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    Sale 7633

    Old Master & British Pictures (Day Sale)

    3 December 2008, London, King Street

  • Lot 215

    Roman School, circa 1630

    Portrait of a gentleman, bust-length, in a black doublet with a white collar

    Price Realised  

    Roman School, circa 1630
    Portrait of a gentleman, bust-length, in a black doublet with a white collar
    oil on canvas, laid on panel
    19½ x 16 1/8 in. (49.5 x 40.9 cm.)


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    Pre-Lot Text

    THE PROPERTY OF THE LATE JOSEPH McCRINDLE SOLD BY ORDER OF THE EXECUTORS (LOTS 215-218)

    Joe McCrindle's life was dedicated to publishing, travel and collecting. In many ways his interests were interconnected, and the items offered for sale by his executors reflect this. Born in New York, Joe first travelled to Europe as an infant, and he was always someone who seemed to be planning his next trip, until his extended illness prevented travel. Collecting antiquarian books as a child, he soon moved on to original illustrations by artists such as Cruikshank and Rowlandson. His great-grandfather, the American artist Henry Mosler, had formed a distinguished collection of old masters paintings and drawings, as had Joe's grandmother, Edith Feder. Joe moved into the same field, acquiring paintings and drawings in the US, London, Rome (where he kept a home for a period in the 1960s) and on his European travels. Other interests developed later, including nineteenth century drawings and modern British painting.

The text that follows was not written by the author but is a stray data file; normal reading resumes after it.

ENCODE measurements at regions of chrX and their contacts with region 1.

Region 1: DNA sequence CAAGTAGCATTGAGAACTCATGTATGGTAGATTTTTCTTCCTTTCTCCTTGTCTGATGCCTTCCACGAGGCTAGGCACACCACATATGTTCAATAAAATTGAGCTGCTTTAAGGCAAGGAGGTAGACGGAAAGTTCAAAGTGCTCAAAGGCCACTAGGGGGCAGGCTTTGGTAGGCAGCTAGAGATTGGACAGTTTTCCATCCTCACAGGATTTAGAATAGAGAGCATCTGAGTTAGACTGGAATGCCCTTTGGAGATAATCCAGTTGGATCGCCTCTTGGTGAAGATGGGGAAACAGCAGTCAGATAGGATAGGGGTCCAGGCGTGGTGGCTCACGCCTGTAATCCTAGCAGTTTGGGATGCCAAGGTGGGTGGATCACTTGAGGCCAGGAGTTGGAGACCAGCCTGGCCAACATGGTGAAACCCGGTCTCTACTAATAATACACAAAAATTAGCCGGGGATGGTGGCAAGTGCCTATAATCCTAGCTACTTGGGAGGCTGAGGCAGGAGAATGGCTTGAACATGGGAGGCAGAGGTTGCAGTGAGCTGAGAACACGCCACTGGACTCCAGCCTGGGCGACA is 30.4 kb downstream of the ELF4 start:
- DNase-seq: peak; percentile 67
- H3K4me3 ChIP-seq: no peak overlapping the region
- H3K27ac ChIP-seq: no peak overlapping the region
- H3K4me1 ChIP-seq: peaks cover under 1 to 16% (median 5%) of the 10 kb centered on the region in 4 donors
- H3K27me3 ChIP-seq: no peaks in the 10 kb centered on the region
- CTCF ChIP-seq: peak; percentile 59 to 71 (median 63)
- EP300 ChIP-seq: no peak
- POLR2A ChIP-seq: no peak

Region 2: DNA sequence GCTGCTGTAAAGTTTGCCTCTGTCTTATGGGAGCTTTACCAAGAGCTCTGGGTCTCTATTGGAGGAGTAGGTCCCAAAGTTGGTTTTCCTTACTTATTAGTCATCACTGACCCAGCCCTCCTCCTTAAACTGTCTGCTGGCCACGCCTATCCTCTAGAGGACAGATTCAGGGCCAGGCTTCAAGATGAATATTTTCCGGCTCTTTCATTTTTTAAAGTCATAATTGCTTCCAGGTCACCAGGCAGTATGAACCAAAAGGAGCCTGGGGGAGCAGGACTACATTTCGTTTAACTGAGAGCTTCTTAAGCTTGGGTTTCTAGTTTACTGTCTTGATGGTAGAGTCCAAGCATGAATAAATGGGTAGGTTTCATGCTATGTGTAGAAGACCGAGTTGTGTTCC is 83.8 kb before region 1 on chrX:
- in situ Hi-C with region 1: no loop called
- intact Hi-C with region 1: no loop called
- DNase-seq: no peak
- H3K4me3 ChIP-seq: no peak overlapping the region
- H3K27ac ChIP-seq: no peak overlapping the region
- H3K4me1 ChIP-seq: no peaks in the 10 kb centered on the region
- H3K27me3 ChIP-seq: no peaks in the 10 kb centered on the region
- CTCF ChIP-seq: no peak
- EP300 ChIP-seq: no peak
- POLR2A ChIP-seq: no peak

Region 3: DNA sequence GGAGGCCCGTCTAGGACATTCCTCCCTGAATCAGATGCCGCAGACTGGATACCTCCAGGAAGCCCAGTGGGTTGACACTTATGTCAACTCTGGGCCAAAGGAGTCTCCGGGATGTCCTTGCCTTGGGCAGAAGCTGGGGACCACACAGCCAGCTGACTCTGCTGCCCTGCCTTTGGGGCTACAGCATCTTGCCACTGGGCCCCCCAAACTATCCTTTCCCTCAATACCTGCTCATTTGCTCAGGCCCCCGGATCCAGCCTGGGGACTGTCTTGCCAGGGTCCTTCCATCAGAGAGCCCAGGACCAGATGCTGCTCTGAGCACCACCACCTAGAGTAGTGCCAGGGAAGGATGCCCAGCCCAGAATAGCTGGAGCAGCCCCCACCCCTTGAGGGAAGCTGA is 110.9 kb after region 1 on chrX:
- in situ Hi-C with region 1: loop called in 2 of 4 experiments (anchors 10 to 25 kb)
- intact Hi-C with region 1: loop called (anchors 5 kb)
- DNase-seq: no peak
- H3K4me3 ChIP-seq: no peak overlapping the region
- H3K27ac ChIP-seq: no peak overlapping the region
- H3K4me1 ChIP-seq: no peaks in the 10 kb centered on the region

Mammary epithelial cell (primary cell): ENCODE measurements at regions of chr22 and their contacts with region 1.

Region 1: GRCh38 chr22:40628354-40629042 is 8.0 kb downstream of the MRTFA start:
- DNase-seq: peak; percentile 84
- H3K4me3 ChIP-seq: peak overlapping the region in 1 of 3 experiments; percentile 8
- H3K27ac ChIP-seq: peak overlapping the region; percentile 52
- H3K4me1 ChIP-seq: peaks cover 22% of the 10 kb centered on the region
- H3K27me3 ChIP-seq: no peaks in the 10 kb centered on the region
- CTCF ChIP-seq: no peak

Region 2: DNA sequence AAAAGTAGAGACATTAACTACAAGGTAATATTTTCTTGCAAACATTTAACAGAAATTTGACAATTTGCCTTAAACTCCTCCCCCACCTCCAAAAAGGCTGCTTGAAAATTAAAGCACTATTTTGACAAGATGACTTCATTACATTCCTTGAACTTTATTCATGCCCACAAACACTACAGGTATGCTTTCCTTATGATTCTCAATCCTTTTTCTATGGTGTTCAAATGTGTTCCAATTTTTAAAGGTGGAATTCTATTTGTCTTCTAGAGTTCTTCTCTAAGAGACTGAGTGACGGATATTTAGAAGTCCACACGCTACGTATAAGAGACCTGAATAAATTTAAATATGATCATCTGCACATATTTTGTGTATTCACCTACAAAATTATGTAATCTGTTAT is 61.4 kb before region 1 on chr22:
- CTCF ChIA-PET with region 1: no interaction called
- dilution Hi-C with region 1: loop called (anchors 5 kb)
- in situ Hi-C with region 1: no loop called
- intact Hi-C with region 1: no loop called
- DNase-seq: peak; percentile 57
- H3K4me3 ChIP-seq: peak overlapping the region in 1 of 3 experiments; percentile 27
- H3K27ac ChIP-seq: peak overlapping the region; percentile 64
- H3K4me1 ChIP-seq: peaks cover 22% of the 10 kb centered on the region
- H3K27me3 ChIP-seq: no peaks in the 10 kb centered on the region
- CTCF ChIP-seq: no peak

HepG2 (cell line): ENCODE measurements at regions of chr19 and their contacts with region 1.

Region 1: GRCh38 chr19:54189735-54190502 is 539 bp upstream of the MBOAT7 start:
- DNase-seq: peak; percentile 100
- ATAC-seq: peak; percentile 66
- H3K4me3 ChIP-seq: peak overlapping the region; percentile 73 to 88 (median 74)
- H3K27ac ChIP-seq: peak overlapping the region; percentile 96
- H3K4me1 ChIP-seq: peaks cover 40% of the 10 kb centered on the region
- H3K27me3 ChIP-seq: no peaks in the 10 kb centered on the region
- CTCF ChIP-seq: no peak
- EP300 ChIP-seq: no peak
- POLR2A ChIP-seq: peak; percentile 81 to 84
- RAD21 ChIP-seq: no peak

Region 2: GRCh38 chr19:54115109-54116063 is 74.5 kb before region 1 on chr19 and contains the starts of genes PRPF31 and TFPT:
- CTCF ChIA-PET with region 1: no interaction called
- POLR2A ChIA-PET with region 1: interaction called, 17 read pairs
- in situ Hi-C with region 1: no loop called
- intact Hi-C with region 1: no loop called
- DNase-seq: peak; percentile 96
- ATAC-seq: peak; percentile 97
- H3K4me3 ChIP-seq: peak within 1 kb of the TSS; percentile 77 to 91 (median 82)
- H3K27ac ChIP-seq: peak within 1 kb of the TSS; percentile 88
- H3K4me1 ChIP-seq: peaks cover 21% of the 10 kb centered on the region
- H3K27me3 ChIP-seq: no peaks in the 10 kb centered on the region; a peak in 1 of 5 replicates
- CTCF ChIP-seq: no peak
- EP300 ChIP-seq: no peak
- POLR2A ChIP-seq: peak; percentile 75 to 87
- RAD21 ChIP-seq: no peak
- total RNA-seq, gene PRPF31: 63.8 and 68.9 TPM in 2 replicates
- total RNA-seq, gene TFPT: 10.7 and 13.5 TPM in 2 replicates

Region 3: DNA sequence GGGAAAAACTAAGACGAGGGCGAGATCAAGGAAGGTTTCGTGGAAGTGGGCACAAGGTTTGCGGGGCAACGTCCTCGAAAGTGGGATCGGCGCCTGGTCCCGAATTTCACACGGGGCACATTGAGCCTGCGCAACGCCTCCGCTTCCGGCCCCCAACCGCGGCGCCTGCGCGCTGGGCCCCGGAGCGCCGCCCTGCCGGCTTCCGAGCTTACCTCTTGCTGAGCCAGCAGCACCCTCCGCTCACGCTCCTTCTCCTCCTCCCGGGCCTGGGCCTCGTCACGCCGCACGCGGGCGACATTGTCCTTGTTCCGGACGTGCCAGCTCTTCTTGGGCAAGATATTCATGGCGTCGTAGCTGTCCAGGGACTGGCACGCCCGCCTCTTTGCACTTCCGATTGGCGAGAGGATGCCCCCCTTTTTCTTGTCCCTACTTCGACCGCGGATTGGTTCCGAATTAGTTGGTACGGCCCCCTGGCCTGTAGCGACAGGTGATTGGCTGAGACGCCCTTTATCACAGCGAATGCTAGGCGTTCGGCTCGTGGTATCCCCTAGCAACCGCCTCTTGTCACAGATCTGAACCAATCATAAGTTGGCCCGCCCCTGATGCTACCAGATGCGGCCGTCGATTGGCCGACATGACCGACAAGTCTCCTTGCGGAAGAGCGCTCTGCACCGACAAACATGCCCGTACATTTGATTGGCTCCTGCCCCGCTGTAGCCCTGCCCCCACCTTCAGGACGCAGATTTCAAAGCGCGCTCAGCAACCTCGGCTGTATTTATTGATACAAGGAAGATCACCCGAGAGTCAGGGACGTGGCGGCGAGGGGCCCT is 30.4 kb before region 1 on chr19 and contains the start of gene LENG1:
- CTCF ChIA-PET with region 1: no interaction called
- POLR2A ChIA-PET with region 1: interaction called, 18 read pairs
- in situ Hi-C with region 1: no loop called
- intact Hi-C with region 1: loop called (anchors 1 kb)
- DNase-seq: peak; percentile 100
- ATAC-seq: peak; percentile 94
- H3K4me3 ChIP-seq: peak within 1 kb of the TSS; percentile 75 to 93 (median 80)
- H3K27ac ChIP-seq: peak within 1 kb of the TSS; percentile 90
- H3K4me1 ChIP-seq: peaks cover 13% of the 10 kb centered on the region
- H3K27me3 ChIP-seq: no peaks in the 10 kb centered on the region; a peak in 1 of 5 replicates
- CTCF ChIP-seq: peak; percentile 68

As a publisher Joe will be best remembered as the editor (and major funder) of The Transatlantic Review, in which he promoted the best of short story writing, poetry and reviews from Europe and America. Writers featured included Muriel Spark, Harold Pinter and Phillip Roth. As a collector Joe was remarkably generous, with donations of major paintings to be found in many public collections, most notably the National Gallery of Art, Washington DC, the Princeton University Art Museum and the Yale Center for British Art, New Haven. The majority of his UK estate will benefit the work of The Friends of Friendless Churches.

    Andrew Martindale